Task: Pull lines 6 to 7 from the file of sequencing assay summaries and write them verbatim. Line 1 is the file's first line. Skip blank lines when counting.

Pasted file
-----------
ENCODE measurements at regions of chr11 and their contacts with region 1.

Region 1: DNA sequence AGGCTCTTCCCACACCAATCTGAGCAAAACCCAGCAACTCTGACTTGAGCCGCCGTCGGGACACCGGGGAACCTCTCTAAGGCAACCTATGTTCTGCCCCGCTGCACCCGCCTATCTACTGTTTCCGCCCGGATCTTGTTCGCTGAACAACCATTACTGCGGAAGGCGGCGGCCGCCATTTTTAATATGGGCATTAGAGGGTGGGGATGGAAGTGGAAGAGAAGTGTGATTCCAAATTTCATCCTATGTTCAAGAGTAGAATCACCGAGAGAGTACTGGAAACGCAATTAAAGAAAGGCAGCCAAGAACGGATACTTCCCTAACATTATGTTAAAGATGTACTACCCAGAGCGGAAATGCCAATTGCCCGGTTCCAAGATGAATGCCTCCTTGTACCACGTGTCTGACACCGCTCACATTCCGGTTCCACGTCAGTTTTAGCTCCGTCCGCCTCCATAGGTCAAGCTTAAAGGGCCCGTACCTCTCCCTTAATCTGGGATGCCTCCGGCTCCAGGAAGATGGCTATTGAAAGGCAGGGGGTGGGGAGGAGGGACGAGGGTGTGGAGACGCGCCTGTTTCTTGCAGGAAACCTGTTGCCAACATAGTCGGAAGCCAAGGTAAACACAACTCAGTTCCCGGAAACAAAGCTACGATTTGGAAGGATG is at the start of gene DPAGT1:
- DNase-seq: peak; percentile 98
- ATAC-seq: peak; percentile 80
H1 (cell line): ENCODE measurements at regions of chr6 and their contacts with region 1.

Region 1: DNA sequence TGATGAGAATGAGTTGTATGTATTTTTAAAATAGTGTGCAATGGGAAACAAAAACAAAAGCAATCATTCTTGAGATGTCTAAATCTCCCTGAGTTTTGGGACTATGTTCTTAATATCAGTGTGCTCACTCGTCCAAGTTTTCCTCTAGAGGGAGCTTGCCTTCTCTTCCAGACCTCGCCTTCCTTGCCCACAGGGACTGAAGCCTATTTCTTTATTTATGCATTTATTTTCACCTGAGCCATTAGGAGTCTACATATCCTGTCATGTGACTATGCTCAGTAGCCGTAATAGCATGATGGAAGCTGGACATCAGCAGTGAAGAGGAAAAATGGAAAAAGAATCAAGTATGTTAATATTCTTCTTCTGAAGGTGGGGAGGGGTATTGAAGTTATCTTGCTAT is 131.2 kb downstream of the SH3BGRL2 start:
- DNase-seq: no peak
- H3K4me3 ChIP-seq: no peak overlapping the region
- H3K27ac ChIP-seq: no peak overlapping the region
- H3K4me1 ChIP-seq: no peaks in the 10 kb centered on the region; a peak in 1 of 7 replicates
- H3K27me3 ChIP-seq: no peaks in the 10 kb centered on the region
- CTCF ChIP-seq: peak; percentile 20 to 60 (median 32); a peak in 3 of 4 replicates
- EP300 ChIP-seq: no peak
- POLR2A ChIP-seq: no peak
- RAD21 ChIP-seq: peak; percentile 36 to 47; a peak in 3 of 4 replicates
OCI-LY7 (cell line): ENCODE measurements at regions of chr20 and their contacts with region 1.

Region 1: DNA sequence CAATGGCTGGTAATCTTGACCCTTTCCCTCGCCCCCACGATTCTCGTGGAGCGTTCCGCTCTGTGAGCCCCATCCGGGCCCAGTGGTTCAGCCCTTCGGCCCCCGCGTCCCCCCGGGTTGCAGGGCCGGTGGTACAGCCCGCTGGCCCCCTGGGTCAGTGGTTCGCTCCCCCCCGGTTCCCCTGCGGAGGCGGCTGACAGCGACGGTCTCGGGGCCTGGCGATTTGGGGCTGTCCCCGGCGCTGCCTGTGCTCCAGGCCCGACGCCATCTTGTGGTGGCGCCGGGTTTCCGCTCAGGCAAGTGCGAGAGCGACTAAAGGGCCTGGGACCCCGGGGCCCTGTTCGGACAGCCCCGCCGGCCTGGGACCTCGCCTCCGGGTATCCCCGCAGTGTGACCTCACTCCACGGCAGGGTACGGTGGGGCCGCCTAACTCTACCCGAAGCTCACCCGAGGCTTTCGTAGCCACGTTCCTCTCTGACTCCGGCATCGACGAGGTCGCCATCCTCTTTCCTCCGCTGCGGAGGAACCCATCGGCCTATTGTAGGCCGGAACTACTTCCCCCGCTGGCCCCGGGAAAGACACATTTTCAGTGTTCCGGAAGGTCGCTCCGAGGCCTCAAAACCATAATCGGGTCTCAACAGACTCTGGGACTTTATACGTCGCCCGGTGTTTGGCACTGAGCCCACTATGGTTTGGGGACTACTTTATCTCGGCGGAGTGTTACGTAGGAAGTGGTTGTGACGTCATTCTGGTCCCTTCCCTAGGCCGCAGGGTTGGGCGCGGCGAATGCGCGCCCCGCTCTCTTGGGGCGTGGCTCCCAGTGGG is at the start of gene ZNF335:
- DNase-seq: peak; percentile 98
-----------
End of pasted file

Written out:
Region 1: DNA sequence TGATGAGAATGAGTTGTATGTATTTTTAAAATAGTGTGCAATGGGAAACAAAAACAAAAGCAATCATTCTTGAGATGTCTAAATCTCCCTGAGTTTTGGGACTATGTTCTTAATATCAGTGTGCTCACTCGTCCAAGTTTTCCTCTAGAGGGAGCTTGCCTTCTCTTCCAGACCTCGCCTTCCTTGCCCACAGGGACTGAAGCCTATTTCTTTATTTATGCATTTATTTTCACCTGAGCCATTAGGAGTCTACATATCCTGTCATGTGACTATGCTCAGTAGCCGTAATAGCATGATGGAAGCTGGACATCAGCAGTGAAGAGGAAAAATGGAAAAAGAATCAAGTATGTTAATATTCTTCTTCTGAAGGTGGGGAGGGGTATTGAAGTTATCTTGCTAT is 131.2 kb downstream of the SH3BGRL2 start:
- DNase-seq: no peak